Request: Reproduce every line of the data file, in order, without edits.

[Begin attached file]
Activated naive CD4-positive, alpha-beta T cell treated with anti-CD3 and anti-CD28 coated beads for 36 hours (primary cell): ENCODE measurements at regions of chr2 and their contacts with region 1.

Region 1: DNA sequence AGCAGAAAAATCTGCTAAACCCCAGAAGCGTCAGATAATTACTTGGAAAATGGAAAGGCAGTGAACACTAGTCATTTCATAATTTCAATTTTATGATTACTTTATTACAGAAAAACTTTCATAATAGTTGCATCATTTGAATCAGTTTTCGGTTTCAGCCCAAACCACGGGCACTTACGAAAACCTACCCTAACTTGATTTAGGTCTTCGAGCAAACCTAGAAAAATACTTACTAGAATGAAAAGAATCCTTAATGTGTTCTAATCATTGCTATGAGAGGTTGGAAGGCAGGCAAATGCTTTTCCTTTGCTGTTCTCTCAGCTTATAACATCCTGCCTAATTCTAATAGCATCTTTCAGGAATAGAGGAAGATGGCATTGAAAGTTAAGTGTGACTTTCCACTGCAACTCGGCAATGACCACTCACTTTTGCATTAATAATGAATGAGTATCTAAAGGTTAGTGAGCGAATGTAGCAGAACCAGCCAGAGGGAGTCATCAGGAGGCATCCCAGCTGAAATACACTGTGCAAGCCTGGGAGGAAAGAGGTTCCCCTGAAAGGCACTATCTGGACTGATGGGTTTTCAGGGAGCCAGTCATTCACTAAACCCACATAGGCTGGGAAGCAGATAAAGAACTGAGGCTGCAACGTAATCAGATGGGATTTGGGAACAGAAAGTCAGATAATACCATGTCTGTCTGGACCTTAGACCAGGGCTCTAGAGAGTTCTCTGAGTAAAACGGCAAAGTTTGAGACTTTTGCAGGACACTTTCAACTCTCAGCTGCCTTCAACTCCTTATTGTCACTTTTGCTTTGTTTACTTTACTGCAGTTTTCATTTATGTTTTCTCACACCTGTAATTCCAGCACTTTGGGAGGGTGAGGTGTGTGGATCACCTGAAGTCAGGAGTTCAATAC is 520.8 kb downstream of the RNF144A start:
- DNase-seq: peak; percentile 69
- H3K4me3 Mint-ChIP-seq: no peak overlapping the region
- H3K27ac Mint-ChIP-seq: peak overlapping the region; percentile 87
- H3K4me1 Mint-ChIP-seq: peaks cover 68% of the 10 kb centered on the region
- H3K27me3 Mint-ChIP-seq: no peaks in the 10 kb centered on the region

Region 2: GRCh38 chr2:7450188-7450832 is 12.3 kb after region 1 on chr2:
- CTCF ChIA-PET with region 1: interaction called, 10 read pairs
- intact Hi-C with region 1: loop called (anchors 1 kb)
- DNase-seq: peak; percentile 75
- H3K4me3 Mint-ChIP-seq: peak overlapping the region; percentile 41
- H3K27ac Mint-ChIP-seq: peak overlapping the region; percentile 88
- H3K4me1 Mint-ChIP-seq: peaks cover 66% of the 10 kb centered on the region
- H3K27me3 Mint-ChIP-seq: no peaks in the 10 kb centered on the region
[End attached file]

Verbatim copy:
Activated naive CD4-positive, alpha-beta T cell treated with anti-CD3 and anti-CD28 coated beads for 36 hours (primary cell): ENCODE measurements at regions of chr2 and their contacts with region 1.

Region 1: DNA sequence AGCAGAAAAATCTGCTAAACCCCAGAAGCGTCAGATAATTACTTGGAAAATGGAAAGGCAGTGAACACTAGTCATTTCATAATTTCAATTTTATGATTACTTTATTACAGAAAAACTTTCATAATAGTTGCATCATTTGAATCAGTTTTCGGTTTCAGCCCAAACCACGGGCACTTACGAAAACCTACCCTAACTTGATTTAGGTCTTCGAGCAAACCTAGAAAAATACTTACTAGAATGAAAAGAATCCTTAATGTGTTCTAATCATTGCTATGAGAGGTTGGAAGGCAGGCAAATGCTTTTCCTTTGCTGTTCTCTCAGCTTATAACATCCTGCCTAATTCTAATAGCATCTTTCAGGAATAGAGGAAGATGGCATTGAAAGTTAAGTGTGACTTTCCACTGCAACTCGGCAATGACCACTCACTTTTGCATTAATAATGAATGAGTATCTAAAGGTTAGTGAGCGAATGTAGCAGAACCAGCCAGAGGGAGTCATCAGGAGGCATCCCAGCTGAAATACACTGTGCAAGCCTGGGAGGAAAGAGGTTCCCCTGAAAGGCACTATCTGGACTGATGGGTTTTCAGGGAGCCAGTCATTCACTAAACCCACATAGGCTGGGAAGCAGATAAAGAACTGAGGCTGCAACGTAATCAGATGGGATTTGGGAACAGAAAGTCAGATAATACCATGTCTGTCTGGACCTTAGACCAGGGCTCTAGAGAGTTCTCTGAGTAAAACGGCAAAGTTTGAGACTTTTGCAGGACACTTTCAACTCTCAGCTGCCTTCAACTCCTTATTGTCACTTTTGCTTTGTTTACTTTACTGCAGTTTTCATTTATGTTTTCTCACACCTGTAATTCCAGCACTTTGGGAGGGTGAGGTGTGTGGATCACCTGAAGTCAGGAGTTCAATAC is 520.8 kb downstream of the RNF144A start:
- DNase-seq: peak; percentile 69
- H3K4me3 Mint-ChIP-seq: no peak overlapping the region
- H3K27ac Mint-ChIP-seq: peak overlapping the region; percentile 87
- H3K4me1 Mint-ChIP-seq: peaks cover 68% of the 10 kb centered on the region
- H3K27me3 Mint-ChIP-seq: no peaks in the 10 kb centered on the region

Region 2: GRCh38 chr2:7450188-7450832 is 12.3 kb after region 1 on chr2:
- CTCF ChIA-PET with region 1: interaction called, 10 read pairs
- intact Hi-C with region 1: loop called (anchors 1 kb)
- DNase-seq: peak; percentile 75
- H3K4me3 Mint-ChIP-seq: peak overlapping the region; percentile 41
- H3K27ac Mint-ChIP-seq: peak overlapping the region; percentile 88
- H3K4me1 Mint-ChIP-seq: peaks cover 66% of the 10 kb centered on the region
- H3K27me3 Mint-ChIP-seq: no peaks in the 10 kb centered on the region